An ode to the fuchsia plant, and to gardens that pleasure our hearts

, I have fallen in love with the fuschia flowers. I hadn't encountered fuschia whilst we lived in India, but the more I saw of them in Ireland, the more they began to embed themselves in my heart. Their reds, pinks, purples, blues...The way they hang upside down, like little chandeliers made of rainbows. Or ballerinas in colourful outfits and multiple feet! I have also derived a very precious pleasure, one that I cannot quite articulate, by picking up the fallen fuschia flowers in our balcony. It takes me back to a time when I used to pick up and gather the parijat flowers in my mother's garden.

A period property, pleasure grounds and walled gardens at Glenveagh Castle

Gardens also put an indelible stamp on my heart from the books I read. First and foremost among them was The Secret Garden. Then there were the gardens from Daphne Du Maurier's novels. If you have read Rebecca, you will forever remember the gardens of Manderly, and especially the 'Happy Valley' where rhododendrons and azaleas are pleasantly fragrant even in the rain, in colors of “salmon, white, and gold.” Again in My Cousin Rachel by Maurier, you would witness two different types of gardens. The Italian one in Rachel's Villa Sangalletti in Florence, and the English one in Cornwall (Remember the 'sunken garden'?) I am still enamoured by both of these 'literary' gardens.

“When a loved one has a different mind”

This book doesn't offer you 'answers'. Like Jerry Pinto says in the introduction, "The stories in this book do not seek to hold out answers. They tell you what happened and how it was dealt with. You may often disagree with what was done or how it was done... There are no moral lessons in this book, or easy stories in which everything comes out right in the end. There will be questions you will want to ask: How did you deal with the molestation? Where do you think your father is now? Did you ever forgive your mother? Did she marry someone else? Your questions should reassure you of the veracity of these narratives..."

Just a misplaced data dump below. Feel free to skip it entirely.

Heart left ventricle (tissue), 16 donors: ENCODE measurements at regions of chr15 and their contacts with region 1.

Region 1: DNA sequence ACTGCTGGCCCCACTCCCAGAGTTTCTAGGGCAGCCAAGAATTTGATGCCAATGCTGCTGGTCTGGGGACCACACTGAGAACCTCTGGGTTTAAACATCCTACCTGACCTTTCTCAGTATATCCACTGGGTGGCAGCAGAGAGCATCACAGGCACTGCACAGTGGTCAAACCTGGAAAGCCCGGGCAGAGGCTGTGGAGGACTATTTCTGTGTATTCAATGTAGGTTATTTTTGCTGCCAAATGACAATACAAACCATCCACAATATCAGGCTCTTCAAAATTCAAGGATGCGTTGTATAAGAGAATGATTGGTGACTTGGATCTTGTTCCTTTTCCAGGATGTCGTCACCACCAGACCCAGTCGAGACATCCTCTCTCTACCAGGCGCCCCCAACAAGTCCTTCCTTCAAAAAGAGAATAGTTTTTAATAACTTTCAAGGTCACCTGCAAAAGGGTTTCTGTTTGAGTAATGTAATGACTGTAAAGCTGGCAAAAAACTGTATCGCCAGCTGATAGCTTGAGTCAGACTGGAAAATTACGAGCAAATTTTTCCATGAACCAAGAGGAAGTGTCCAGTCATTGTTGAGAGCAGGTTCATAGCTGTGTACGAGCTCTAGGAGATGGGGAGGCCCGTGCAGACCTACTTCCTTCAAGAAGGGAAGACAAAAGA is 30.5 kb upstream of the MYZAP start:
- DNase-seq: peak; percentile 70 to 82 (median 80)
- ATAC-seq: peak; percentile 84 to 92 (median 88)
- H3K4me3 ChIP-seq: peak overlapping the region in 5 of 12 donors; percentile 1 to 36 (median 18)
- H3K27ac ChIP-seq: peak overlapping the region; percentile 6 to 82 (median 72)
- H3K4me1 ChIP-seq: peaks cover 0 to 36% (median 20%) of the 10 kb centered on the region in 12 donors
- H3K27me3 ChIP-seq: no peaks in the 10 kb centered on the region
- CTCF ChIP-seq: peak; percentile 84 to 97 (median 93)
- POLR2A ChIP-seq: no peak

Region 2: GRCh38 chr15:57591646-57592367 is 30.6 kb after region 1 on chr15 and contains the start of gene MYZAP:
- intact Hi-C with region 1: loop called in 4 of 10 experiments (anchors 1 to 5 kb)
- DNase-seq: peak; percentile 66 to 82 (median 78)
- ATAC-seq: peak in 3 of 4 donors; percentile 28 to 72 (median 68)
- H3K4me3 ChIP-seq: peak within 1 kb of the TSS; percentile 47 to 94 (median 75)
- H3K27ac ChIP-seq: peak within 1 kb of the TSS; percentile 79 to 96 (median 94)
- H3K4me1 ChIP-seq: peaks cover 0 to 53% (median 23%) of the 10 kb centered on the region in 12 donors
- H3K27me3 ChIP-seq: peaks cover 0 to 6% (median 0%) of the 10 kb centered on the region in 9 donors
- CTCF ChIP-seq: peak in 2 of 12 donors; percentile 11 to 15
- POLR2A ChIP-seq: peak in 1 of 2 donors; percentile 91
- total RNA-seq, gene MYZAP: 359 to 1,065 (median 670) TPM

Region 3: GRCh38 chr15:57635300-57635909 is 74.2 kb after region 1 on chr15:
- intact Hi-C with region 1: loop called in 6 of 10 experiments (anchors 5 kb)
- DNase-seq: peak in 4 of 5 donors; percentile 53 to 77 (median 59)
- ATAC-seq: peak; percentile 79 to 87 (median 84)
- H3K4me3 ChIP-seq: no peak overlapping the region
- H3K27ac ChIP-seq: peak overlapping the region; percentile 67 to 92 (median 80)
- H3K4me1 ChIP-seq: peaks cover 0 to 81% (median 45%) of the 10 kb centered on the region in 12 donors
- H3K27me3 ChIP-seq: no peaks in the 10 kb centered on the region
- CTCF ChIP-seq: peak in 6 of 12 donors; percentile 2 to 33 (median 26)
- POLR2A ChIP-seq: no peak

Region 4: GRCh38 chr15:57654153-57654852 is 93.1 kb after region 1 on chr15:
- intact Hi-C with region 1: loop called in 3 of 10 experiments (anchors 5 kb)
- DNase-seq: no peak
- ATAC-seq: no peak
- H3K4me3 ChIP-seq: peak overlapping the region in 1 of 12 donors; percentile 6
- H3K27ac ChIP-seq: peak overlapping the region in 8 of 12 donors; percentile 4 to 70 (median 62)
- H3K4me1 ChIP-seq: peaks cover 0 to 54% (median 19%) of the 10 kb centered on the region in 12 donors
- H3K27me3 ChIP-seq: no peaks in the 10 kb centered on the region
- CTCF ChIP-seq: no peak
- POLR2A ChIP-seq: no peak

Pottery and paper bags – a story of Dingle and India

We went to the counter, and paid for them. I was a bit hesitant about our purchase at first; I thought the mugs were rather expensive. But I knew that these were handmade and unique, and thus we were paying for the craft and their uniqueness. When the woman at the counter handed the cups/mugs to me, she put them in a paper bag that was fashioned out of a newspaper. The font looked very familiar. This looks like Hindi, I said to my husband.

Encountering the donkey enroute to the Devil’s Chimney Waterfall

A lone donkey grazed in a large filled full of yellow irises and other flowers that appeared like buttercups. You could see the backdrop of a mountain, and trees in the horizon. The donkey did not seem like he was in haste. He looked like he was at peace. Neck bent, head down in haze of green and yellow, he seemed far removed from the miseries of the world, and the unfairness, death and grief that rocked the world in the past year and more.

Harry Potter and my husband

The husband had clearly fallen for the stories, and the characters - liking Dobby, disliking how he was treated by the Malfoy family, getting angry at Snape and later feeling deeply for him, hating the romance between Hermione and Ron ("why do we need romance in everything?"), cheering for Harry and also for Dumbledore... And this past month, about five years or so after he first stumbled upon Nagini, and the world of Harry Potter, he bought all the books, albeit the Kindle editions.